But both airlines require women travelling after 28 weeks of pregnancy to carry a note from their doctor or midwife confirming their due date and pregnancy details. For Virgin Australia travellers, this letter needs to be dated no more than 10 days before travel.
And if you have complications, you have to travel with a medical clearance form signed by your doctor.
It's important to know your airline's policies for how pregnant you are when you leave, as well as for how pregnant you are when you plan on returning.
Typically, travel insurance offers cover for emergency medical treatment while travelling, and this extends to medical emergencies pregnant women might experience. So if you're pregnant, and you fall sick, or break a leg, and these events are in no way related to your pregnancy, you'll be able to claim the hospital trip.
It's really important to know that cover is provided to you, but not provided for childbirth or the health of a newborn child. When a medical emergency is pregnancy related – let's say you need help with debilitating nausea – your ability to claim is going to largely depend on three questions – your due date, our doctor's approval, and whether or not your emergency relates to fertility treatment, triplets and known complications.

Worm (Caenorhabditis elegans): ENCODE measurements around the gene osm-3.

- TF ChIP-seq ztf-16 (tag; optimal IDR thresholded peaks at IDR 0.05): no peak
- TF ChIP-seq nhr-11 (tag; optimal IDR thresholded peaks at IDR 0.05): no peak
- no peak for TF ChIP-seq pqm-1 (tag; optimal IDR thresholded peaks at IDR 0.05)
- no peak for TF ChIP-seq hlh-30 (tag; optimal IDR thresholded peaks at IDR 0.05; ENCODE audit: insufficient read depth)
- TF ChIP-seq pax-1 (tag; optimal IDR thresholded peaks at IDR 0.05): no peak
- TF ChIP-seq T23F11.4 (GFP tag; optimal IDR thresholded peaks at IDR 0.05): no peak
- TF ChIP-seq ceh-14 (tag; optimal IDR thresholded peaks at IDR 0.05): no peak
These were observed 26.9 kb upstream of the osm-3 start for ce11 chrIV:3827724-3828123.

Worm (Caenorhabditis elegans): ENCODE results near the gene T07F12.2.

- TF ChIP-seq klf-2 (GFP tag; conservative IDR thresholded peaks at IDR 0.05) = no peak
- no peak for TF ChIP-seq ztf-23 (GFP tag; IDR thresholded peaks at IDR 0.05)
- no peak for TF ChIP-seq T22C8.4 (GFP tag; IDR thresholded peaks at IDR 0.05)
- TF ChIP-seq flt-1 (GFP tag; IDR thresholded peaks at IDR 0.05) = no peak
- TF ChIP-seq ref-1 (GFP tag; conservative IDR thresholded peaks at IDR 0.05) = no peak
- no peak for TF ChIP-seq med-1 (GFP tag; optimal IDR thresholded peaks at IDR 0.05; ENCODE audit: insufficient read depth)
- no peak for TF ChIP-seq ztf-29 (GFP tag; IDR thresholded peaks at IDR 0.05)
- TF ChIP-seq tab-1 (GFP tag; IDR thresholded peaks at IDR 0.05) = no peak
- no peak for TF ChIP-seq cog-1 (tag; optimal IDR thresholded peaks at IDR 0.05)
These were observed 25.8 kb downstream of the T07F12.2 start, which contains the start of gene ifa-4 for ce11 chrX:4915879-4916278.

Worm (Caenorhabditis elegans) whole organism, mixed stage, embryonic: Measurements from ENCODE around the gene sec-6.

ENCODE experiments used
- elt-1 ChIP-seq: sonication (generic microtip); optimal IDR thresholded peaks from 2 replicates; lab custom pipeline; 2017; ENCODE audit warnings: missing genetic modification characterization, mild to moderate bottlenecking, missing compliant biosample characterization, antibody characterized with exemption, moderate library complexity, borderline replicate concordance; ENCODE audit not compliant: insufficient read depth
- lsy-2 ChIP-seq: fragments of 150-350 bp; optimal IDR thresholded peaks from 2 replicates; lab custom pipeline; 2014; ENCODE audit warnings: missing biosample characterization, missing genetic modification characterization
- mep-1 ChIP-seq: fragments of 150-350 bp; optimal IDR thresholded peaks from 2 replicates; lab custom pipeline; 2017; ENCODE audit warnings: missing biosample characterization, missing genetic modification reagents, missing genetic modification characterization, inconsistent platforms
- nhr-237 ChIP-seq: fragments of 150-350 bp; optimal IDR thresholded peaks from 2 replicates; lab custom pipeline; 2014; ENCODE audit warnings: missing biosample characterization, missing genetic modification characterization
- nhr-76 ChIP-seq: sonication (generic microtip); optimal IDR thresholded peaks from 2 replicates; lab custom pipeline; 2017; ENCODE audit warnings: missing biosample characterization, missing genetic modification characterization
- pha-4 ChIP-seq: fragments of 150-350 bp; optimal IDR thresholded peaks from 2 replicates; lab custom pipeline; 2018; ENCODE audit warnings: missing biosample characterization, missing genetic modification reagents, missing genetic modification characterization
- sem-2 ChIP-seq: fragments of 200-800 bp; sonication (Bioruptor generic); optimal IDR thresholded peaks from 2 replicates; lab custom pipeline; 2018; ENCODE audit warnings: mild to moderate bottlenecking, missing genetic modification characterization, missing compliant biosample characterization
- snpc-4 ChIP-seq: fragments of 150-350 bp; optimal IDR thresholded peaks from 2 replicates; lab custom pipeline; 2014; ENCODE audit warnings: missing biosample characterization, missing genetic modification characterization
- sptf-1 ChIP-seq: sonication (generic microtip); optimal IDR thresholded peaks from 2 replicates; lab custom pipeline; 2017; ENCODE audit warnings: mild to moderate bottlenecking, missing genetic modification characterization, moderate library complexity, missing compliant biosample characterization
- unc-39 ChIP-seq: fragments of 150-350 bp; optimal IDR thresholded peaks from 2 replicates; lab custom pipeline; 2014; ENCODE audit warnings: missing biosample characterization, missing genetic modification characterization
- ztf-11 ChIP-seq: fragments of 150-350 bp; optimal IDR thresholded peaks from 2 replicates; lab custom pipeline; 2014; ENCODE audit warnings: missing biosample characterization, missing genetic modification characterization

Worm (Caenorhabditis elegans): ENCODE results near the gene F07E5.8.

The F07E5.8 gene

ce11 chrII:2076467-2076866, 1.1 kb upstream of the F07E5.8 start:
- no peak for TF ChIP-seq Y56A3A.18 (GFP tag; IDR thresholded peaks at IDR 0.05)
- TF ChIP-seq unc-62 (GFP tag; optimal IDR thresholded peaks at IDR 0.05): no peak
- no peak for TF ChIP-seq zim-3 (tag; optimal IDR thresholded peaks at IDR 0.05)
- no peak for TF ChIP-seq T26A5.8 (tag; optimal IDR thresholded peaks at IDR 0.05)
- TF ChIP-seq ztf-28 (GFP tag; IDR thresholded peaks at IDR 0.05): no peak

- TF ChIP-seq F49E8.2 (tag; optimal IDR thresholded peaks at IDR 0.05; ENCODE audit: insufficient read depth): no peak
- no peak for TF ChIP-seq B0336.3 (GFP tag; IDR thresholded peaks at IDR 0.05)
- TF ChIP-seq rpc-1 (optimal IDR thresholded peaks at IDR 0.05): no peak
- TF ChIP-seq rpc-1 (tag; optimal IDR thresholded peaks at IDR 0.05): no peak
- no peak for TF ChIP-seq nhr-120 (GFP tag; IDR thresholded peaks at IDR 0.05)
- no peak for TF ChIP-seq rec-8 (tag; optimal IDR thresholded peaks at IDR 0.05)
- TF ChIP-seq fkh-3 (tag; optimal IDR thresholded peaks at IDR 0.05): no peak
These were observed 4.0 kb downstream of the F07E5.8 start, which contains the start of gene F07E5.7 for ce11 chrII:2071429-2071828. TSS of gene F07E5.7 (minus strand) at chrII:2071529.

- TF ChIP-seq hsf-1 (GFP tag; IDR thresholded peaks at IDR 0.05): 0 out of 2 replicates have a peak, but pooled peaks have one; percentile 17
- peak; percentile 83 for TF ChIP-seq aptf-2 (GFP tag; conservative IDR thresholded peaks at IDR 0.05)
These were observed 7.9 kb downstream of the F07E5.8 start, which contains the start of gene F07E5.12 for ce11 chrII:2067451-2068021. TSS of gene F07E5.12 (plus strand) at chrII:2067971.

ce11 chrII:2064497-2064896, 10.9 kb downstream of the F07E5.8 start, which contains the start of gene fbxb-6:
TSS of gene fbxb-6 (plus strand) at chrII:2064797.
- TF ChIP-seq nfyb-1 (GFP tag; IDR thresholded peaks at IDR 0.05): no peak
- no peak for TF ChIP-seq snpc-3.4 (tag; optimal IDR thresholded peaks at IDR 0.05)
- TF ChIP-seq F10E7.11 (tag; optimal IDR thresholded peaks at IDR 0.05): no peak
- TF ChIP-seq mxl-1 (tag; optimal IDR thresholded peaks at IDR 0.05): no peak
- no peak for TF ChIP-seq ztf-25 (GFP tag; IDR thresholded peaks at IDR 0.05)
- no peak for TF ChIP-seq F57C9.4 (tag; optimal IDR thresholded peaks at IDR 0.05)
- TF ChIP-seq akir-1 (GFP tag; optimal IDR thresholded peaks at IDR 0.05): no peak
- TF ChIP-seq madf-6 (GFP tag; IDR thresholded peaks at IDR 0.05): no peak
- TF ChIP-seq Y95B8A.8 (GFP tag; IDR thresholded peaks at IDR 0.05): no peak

For example: Travel with Kit looks after expecting mums with two levels of cover. First they'll look at the benefits offered under standard cover, and then they'll explore an optional extra for pregnancy – their Pregnancy Pack.
WATCH: How to save your baby's life by Bounty. Continues after video …
Deep vein thrombosis, or DVT, is the main health concern for pregnant women on planes.
This is when a blood clot forms in a deep vein of the leg, which can cause complications such as pain, inflammation and swelling. The greater danger with these clots is that they can dislodge and travel through the circulatory system, blocking blood supply to the lungs.
The risk of DVT is higher when pregnant and being immobile for long periods is also a risk factor, so it's worth keeping in mind for any sort of travel, including long car trips.